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Learning from the Palomar5 Innovation Camp: Towards a Framework for a New User Innovation Methodology

Listed author(s):
  • Aiko Karaschewitz

    (Technische Universitat Berlin, Germany)

  • Katharina Holzle

    (Universitat Potsdam, Germany)

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    In times of a globally connected world and constantly changing market conditions, companies must find better ways how to fruitfully involve users into their innovative efforts. Especially users’ need knowledge has been identified as fundamentally important for successful innovation and future preparedness. Nonetheless, scholars still find many hurdles and difficulties to access and integrate this knowledge, as it is sticky and costly to transfer. To tap this resource, scholars have proposed methods like user toolkits and virtual communities for innovation. However, with the rise of the participatory internet, users themselves now show us the new direction: since 2005, the phenomenon of online organized unconferences has spread globally. Here, passionate community members physically meet to discuss and drive issues they perceive as pressing and urgent in their fields of interest. Taking advantage of the underlying principles of unconferences, and combining them with a long-term live-and-work set-up, the Palomar5 innovation camp resulted from a corporate sponsoring as an extreme experimental prototype. In our research we analyze this approach as a methodology to enable highly motivated users, to foster the emergence of need knowledge, future issues and possible solutions. Conducting an explorative single case study, we draw rich data from 24 qualitative interviews, while having complete archive access to internal documents, public articles and film documentation. As a result we present a comprehensive innovation camp framework, explaining three requirement areas. We show what initial set-up requirements must be fulfilled before an innovation camp may start. We explain two different leadership styles needed to support the self-organizational creation process and knowledge emergence. And finally, we present two outcome dimensions and how they should be exploited from a corporate perspective.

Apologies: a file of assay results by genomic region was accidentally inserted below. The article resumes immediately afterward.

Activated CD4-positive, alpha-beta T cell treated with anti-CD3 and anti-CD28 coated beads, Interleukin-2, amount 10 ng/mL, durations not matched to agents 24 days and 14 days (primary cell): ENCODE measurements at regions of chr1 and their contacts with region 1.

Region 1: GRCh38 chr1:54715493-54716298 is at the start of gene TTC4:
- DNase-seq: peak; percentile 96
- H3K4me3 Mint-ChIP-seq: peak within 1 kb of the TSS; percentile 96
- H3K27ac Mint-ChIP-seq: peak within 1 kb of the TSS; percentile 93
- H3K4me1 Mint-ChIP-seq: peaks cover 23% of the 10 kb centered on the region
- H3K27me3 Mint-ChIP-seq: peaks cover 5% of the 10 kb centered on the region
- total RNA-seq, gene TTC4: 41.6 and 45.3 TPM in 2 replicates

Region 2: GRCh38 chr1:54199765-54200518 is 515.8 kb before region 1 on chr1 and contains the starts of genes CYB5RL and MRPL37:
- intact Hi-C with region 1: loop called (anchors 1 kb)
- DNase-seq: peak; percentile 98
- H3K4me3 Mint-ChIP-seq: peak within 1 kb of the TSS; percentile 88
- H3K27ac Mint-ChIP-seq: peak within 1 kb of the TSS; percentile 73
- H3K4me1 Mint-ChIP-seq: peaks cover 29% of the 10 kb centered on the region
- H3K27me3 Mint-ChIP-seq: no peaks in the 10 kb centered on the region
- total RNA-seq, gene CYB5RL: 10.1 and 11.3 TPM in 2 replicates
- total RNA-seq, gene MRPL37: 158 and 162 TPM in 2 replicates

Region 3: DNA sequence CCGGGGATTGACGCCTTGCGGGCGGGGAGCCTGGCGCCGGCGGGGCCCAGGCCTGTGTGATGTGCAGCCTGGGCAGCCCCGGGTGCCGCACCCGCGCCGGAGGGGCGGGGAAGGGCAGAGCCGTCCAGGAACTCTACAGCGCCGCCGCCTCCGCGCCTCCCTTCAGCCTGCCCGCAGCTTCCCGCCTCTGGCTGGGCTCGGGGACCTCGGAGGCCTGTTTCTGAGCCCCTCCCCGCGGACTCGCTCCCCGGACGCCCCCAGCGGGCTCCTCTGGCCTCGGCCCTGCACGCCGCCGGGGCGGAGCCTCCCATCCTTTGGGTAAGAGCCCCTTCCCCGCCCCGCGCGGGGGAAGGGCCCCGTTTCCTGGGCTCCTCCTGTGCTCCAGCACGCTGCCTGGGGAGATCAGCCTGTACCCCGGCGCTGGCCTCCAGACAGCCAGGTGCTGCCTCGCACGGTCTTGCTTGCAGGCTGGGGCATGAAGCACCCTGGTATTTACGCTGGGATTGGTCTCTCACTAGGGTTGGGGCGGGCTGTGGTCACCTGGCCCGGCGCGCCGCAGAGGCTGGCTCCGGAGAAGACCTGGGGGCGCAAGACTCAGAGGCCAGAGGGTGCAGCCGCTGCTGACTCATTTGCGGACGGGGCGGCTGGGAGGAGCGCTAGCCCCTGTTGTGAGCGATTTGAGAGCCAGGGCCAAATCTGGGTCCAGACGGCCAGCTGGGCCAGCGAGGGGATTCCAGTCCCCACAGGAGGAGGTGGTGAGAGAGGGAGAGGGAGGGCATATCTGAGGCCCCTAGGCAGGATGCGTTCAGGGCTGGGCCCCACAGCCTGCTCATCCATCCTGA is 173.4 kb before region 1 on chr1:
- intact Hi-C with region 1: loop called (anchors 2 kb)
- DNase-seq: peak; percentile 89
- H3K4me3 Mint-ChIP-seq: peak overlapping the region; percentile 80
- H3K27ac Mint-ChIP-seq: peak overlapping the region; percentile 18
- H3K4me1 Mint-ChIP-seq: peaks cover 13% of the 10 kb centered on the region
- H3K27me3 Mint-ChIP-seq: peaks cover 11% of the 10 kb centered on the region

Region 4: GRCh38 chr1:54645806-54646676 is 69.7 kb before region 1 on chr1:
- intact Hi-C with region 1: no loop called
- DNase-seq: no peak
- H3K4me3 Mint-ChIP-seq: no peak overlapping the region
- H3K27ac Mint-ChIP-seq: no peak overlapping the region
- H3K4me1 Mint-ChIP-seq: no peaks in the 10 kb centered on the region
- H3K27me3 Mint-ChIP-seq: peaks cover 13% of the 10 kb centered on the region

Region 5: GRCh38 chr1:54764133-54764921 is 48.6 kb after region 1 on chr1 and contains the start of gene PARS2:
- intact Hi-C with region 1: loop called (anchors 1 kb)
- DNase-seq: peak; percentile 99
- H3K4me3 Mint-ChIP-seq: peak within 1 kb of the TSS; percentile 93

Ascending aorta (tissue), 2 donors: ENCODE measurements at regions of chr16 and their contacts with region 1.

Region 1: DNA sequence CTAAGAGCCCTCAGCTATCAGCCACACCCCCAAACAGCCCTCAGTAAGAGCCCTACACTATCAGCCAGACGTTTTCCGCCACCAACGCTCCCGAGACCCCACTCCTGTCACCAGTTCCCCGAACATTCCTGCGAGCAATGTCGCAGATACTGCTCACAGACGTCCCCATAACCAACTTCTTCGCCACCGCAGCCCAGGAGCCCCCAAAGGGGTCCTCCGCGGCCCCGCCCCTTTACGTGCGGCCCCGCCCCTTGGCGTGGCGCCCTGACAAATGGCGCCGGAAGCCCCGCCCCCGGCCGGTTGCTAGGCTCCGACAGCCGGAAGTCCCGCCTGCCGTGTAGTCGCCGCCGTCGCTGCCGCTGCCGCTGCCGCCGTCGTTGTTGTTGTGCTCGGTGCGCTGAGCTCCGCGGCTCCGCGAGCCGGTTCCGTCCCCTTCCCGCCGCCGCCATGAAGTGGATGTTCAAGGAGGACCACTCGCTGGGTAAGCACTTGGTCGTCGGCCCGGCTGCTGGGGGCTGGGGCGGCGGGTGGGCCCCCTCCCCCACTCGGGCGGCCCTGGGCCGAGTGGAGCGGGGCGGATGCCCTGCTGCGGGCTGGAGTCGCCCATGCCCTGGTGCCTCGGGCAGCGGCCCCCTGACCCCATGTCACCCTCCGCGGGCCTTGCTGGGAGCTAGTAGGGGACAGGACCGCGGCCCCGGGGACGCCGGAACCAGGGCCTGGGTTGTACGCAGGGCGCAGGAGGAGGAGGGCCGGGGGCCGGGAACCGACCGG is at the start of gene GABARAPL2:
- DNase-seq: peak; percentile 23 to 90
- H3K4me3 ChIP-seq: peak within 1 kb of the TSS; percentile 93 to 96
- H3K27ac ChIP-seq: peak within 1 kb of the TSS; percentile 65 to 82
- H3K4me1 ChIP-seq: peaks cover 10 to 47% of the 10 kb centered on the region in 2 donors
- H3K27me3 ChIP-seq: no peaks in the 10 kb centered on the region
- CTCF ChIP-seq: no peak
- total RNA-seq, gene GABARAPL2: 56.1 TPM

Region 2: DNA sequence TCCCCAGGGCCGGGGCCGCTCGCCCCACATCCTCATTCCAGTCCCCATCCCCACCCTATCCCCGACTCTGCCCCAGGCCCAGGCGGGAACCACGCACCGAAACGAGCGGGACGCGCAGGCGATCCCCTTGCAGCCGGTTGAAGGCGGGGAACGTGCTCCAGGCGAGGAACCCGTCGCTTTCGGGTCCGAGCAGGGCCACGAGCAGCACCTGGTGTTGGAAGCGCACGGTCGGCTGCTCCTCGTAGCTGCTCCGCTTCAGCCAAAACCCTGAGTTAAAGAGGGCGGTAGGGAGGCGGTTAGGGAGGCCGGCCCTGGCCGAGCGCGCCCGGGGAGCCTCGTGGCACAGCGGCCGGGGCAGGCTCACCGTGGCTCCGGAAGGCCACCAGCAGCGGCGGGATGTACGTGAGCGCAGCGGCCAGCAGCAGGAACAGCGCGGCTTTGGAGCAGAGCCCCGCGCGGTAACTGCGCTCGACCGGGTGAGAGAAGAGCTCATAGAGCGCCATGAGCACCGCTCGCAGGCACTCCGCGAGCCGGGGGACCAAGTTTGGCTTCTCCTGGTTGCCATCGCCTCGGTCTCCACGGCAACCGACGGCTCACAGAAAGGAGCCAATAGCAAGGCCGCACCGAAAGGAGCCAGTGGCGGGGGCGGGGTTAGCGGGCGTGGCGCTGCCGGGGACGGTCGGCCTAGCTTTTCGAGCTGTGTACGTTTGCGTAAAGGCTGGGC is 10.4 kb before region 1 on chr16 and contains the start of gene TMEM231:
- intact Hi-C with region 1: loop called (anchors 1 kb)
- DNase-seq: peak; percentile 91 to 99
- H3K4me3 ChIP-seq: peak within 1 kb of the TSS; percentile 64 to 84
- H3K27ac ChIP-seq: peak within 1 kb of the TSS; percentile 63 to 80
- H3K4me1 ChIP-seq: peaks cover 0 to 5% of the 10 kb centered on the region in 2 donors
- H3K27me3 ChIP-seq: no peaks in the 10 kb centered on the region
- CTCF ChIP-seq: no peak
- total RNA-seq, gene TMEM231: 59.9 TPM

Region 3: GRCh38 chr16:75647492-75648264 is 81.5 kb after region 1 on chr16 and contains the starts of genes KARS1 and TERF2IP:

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    This chapter was published in: Aiko Karaschewitz & Katharina Holzle , , pages 423-423, 2012.
    This item is provided by International School for Social and Business Studies, Celje, Slovenia in its series Knowledge and Learning: Global Empowerment; Proceedings of the Management, Knowledge and Learning International Conference 2012 with number 423-423.
    Handle: RePEc:isv:mklp12:423-423
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